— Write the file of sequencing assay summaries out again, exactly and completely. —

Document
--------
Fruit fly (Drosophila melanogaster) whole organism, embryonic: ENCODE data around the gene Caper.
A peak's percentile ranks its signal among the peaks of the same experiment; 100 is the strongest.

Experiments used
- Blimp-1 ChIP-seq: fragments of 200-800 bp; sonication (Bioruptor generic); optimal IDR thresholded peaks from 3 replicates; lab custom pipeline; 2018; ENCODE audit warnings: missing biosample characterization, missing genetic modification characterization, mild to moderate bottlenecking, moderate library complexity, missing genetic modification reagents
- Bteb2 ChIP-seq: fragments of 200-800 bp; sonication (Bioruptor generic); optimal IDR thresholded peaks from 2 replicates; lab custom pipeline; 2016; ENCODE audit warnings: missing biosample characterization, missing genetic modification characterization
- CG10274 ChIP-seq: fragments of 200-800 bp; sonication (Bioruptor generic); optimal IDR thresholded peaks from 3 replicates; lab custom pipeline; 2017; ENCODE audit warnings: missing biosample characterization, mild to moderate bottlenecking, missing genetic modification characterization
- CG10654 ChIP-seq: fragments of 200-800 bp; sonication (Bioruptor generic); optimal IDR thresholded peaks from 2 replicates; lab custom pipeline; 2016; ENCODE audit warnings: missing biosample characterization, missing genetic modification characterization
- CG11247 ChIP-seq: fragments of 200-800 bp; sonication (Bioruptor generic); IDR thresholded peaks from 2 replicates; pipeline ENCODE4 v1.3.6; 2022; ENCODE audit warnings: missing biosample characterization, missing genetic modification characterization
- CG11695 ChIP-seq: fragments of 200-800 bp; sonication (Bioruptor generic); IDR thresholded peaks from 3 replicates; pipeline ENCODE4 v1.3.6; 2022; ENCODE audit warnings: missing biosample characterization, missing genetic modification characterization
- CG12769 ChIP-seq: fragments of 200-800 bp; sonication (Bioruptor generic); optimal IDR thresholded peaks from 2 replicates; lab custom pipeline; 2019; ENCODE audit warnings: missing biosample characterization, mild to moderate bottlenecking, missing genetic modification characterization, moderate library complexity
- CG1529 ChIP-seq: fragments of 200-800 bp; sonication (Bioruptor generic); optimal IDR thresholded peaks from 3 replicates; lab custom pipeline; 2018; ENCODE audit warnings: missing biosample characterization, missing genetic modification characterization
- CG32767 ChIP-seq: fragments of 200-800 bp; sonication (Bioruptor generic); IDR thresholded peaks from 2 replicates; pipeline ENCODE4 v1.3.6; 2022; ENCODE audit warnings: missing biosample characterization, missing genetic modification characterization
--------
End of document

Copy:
Fruit fly (Drosophila melanogaster) whole organism, embryonic: ENCODE data around the gene Caper.
A peak's percentile ranks its signal among the peaks of the same experiment; 100 is the strongest.

Experiments used
- Blimp-1 ChIP-seq: fragments of 200-800 bp; sonication (Bioruptor generic); optimal IDR thresholded peaks from 3 replicates; lab custom pipeline; 2018; ENCODE audit warnings: missing biosample characterization, missing genetic modification characterization, mild to moderate bottlenecking, moderate library complexity, missing genetic modification reagents
- Bteb2 ChIP-seq: fragments of 200-800 bp; sonication (Bioruptor generic); optimal IDR thresholded peaks from 2 replicates; lab custom pipeline; 2016; ENCODE audit warnings: missing biosample characterization, missing genetic modification characterization
- CG10274 ChIP-seq: fragments of 200-800 bp; sonication (Bioruptor generic); optimal IDR thresholded peaks from 3 replicates; lab custom pipeline; 2017; ENCODE audit warnings: missing biosample characterization, mild to moderate bottlenecking, missing genetic modification characterization
- CG10654 ChIP-seq: fragments of 200-800 bp; sonication (Bioruptor generic); optimal IDR thresholded peaks from 2 replicates; lab custom pipeline; 2016; ENCODE audit warnings: missing biosample characterization, missing genetic modification characterization
- CG11247 ChIP-seq: fragments of 200-800 bp; sonication (Bioruptor generic); IDR thresholded peaks from 2 replicates; pipeline ENCODE4 v1.3.6; 2022; ENCODE audit warnings: missing biosample characterization, missing genetic modification characterization
- CG11695 ChIP-seq: fragments of 200-800 bp; sonication (Bioruptor generic); IDR thresholded peaks from 3 replicates; pipeline ENCODE4 v1.3.6; 2022; ENCODE audit warnings: missing biosample characterization, missing genetic modification characterization
- CG12769 ChIP-seq: fragments of 200-800 bp; sonication (Bioruptor generic); optimal IDR thresholded peaks from 2 replicates; lab custom pipeline; 2019; ENCODE audit warnings: missing biosample characterization, mild to moderate bottlenecking, missing genetic modification characterization, moderate library complexity
- CG1529 ChIP-seq: fragments of 200-800 bp; sonication (Bioruptor generic); optimal IDR thresholded peaks from 3 replicates; lab custom pipeline; 2018; ENCODE audit warnings: missing biosample characterization, missing genetic modification characterization
- CG32767 ChIP-seq: fragments of 200-800 bp; sonication (Bioruptor generic); IDR thresholded peaks from 2 replicates; pipeline ENCODE4 v1.3.6; 2022; ENCODE audit warnings: missing biosample characterization, missing genetic modification characterization